Wednesday, May 12, 2010

Technology Requires Changes in Communication Methods

Those of you who are regular readers of my blog know that I enjoy encouraging churches and ministry leaders to be more effective in reaching the next generation for Christ. A couple of weeks ago Baptist Press picked up on one of my blogs and published it. It was then re-published by various Baptist newspapers, church newsletters and websites of all sorts. The same week Associated Baptist Press (the competition!) picked up on a second blog and quoted a significant portion of it in an article that eventually found its way into a newspaper in Dallas, Texas.

When I consider that a missionary in a relatively small out of the way corner of the Kingdom of God, such as Vermont, is impacting people across our denomination through something he wrote on a blog, I am reminded of just how powerful technology can be in our ministry. Technology is no longer just a "convenient" tool for communication, it is fast becoming one of the "primary" tools through which we communicate. 

Emails, text messages, web sites, Facebook pages, and blogs have now become regular ministry tools for many pastors and missionaries, especially those serving the next generation. Pastors and churches that fail to grasp the power of such technology will quickly find themselves outside the loop. Though using such technologies can sometimes be frustrating, we must overcome our frustration and learn to use them. They are no longer optional.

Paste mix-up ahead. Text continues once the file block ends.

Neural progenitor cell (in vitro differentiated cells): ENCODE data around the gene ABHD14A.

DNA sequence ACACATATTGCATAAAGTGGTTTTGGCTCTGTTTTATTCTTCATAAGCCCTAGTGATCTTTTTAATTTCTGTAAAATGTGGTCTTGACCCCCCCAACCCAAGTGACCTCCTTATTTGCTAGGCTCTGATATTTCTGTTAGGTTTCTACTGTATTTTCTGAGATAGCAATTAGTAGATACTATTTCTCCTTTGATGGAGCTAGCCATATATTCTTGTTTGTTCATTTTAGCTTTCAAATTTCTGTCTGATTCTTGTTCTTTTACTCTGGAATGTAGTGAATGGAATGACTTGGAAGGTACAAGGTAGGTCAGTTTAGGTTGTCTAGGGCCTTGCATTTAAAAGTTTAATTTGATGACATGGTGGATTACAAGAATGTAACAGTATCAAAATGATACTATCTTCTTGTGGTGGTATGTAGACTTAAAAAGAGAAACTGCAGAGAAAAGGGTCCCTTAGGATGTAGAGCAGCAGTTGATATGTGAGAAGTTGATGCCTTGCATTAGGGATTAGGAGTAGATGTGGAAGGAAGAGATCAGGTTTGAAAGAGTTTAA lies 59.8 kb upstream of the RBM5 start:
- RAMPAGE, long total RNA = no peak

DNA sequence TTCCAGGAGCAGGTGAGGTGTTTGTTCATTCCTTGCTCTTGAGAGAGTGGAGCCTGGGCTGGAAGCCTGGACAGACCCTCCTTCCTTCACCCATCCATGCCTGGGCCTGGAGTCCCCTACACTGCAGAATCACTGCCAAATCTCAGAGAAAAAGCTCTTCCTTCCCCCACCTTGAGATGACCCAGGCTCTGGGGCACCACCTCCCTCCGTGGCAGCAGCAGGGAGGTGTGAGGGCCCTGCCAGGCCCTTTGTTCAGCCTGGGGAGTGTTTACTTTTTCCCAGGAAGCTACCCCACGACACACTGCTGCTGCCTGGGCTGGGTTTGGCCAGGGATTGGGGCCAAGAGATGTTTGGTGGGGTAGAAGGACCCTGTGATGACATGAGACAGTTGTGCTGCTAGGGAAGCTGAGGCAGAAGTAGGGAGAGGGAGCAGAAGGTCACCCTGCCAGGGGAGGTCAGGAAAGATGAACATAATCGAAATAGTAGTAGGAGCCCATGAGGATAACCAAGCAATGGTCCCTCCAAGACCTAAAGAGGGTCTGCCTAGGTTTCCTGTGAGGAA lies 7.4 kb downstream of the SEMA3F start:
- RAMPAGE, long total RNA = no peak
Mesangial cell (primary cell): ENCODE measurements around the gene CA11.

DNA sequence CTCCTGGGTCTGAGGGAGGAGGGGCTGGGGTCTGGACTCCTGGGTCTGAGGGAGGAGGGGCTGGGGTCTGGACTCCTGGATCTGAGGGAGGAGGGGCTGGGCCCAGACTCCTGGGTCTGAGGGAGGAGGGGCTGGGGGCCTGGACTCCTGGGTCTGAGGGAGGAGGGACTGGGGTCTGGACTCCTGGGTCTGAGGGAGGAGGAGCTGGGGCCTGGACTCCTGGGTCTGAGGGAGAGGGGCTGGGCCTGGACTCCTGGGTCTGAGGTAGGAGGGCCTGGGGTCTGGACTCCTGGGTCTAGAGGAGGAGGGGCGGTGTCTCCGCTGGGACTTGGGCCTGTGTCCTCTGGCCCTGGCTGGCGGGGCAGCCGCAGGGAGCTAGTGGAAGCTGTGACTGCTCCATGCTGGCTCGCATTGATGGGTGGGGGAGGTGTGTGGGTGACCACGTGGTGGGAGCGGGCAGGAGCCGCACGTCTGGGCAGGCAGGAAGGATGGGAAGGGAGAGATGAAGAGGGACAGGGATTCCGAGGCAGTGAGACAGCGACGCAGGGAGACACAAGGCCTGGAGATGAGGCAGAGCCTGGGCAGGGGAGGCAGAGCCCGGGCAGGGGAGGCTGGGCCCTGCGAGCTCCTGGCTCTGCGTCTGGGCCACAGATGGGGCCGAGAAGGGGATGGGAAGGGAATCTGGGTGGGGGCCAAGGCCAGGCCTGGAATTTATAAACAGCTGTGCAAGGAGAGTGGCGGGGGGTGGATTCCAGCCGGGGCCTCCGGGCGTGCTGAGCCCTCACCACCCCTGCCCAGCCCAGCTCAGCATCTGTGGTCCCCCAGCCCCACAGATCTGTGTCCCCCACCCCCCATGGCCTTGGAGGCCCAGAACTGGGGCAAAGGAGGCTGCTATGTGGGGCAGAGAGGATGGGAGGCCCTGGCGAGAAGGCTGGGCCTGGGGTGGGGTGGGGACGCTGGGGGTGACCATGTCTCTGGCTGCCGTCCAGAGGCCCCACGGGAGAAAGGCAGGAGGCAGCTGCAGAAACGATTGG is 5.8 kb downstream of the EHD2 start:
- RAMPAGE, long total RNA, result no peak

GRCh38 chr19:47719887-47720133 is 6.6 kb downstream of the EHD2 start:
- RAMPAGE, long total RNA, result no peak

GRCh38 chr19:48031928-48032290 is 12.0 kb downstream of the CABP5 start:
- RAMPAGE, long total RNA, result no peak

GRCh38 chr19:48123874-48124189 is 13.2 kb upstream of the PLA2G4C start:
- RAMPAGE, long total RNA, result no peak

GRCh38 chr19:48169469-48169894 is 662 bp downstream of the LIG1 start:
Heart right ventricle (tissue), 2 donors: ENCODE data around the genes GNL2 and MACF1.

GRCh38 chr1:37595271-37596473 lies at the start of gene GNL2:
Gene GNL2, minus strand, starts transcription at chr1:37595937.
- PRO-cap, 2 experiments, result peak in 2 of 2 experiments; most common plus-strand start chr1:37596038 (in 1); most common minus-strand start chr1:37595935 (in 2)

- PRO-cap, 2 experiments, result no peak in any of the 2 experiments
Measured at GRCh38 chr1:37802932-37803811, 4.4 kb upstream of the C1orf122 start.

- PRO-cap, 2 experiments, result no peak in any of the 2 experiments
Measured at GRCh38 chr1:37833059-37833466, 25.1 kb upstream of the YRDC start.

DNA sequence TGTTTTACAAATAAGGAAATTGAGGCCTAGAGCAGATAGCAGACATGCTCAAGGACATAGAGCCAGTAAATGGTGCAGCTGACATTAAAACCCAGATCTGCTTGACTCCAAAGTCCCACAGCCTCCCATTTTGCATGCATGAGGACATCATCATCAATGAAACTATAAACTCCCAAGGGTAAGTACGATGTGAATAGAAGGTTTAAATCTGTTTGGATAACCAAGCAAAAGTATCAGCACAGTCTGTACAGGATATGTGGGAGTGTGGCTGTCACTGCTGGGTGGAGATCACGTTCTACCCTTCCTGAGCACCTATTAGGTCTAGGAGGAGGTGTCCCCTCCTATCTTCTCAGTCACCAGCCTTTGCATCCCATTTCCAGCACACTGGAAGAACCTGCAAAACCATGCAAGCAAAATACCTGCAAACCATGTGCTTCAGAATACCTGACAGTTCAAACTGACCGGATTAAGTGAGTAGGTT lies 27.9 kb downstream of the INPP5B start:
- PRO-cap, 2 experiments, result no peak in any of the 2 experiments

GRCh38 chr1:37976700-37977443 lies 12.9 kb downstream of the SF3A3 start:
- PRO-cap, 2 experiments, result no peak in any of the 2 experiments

Recently I was teaching these concepts to a group of leaders in New Mexico and a number expressed appreciation to me for pointing out what they already knew deep inside but had not found a way to vocalize. Effective communication in our culture is changing, and we must change with it if we want to continue to share the Gospel with the next generation.


  1. I'm so glad we're Facebook friends, Terry!

  2. I like this.

  3. Donna D. Smith ZumwaltMay 14, 2010 at 10:11 AM

    I like this.

  4. I found this article on line and thought it fit this post well.

  5. Looking for practical ways to put some of the principles in this blog post into action? Purchase my book, Developing Leadership Teams in the Bivocational Church. The first part of the book explains why bivocational ministry is biblical, normal and missional. The second part of the book explains how to mobilize the laity to do high level ministry in a team setting with the pastor so that the church can be effective in reaching its community for Christ.
    The book is published by Crossbooks and you can buy the book directly from them at:

    The book is also available on, Barnes and and a many other online bookstores.
    If you live in Central Vermont, you can purchase a copy at the Faith Community Church in Barre, VT.